Gene-edited crops could overcome lower yields caused by climate change
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Gene-edited agricultural crops could be produced to overcome the increasing problem of ‘pod shatter’, which is being exacerbated by global warming, say researchers at a leading British plant science centre.
Pod shatter is a condition where the seed pods of cruciferous plants such as cabbage, broccoli, kale, Brussels sprouts and oilseed rape open prematurely, preventing harvesting and lowering farmers’ yields.
The researchers at the John Innes Centre in Norfolk pinpointed a genetic heat trigger that plays a key role in the phenomenon, which is considered one of the major causes of cruciferous crop failure.
The discovery could pave the way to plant breeding or genetic engineering strategies aimed at producing cruciferous plants that can withstand the effects of global warming.
“Over the last two decades, scientists have identified the genes that control pod shatter. However, it is not until now that we have begun to understand how their activity is affected by the environment, and in this case temperature,” explained Professor Lars Østergaard.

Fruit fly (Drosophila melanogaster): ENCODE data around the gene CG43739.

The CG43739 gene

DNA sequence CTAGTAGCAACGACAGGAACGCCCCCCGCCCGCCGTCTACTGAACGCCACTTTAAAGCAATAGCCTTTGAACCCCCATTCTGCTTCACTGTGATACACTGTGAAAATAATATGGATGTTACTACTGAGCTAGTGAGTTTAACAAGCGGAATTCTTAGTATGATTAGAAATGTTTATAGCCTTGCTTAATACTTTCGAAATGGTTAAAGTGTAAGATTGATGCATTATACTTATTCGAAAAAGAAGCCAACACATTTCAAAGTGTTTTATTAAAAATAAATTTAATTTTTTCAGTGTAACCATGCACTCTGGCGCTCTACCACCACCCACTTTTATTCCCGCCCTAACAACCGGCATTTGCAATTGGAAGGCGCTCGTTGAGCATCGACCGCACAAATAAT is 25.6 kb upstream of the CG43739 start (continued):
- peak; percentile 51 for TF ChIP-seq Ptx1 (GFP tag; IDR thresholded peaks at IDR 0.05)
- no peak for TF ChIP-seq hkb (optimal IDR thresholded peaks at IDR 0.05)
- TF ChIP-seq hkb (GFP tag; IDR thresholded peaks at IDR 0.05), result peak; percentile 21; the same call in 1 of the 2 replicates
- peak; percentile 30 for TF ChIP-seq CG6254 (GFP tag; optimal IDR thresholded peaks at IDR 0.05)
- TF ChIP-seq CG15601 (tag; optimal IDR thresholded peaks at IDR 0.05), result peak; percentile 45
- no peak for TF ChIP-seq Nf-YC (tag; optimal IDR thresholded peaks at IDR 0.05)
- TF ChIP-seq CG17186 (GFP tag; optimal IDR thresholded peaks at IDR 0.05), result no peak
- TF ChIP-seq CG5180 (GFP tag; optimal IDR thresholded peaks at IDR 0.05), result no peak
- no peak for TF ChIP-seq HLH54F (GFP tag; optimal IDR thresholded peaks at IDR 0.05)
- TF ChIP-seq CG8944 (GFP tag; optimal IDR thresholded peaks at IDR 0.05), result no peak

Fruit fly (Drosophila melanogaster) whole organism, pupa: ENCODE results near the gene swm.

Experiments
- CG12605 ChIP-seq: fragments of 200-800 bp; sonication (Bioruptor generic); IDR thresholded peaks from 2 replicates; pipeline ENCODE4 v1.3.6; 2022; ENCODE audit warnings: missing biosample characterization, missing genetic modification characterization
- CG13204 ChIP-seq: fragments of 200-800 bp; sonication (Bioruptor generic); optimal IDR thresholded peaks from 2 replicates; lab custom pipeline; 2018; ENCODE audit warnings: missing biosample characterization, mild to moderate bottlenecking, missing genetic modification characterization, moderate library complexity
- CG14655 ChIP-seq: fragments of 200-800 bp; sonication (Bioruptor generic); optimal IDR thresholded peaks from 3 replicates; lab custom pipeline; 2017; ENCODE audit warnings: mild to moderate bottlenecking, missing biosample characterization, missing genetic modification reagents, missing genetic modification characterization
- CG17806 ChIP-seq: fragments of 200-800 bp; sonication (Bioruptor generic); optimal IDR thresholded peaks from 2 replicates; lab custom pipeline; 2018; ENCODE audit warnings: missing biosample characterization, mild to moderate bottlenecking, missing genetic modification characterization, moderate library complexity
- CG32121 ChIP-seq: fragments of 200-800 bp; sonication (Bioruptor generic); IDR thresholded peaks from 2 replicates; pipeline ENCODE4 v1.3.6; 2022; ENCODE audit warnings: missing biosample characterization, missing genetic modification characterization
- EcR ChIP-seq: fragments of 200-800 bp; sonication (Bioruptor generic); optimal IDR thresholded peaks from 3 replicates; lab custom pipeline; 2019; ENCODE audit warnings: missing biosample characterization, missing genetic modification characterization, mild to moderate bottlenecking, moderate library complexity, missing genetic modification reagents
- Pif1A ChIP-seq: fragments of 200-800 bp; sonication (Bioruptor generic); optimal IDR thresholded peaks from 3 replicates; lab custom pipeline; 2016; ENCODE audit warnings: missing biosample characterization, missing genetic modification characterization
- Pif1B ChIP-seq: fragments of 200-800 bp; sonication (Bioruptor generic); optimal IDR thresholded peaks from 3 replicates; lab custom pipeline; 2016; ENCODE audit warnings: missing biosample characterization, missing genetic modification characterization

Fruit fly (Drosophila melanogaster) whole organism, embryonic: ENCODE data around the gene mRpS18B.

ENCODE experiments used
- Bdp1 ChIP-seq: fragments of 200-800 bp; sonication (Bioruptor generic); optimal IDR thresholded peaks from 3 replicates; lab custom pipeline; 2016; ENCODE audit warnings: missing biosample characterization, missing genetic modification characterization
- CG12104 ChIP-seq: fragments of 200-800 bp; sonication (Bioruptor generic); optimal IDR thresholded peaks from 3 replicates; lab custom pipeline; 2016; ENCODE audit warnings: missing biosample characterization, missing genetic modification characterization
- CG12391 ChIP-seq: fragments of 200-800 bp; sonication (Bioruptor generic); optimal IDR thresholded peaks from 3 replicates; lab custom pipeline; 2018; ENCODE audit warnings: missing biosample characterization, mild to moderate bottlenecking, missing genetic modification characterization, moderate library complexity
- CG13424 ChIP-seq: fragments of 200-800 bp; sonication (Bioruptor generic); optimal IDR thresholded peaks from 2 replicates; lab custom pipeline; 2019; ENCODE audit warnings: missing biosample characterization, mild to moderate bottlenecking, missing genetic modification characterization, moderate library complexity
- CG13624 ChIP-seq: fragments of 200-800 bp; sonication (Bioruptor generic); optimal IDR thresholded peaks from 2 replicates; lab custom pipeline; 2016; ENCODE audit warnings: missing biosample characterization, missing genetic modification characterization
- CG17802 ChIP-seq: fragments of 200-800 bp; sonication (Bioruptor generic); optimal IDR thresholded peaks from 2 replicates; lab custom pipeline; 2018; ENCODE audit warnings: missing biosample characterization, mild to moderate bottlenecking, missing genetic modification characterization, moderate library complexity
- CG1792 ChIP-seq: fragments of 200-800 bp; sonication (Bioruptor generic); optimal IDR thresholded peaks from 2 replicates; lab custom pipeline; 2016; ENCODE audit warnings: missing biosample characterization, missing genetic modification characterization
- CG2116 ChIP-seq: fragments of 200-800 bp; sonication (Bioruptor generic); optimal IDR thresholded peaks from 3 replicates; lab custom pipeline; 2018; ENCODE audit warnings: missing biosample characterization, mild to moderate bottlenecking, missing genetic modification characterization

To study the effects of temperature on seed dispersal, Dr Xinran Li, a postdoctoral researcher, monitored fruit development in Arabidopsis, a model plant related to the important Brassicaceae crops, at three different temperatures 17, 22 and 27 degrees centigrade.
This showed that stiffening of the cell wall at the tissue where pod shatter takes place is enhanced by increasing temperature, leading to accelerated seed dispersal.
One solution would be to use precise gene-editing tools such as Crispr/Cas9 to suppress a key temperature-sensitive gene.
Dr Vinod Kumar, who co-led the John Innes Centre team, said: “It’s almost as if there is a thermostat that controls seed dispersal, or pod shatter. As we learn how it works, we could in the future ‘rewire’ it so seed dispersal does not happen at the same pace at higher temperatures.
“This piece of the puzzle, coupled with the use of advanced genetic tools, means that developing temperature-resilient crops becomes an achievable dream.”
On average, farmers of oil seed rape lose 15-20 per cent of their crop yield each year due to premature seed dispersal.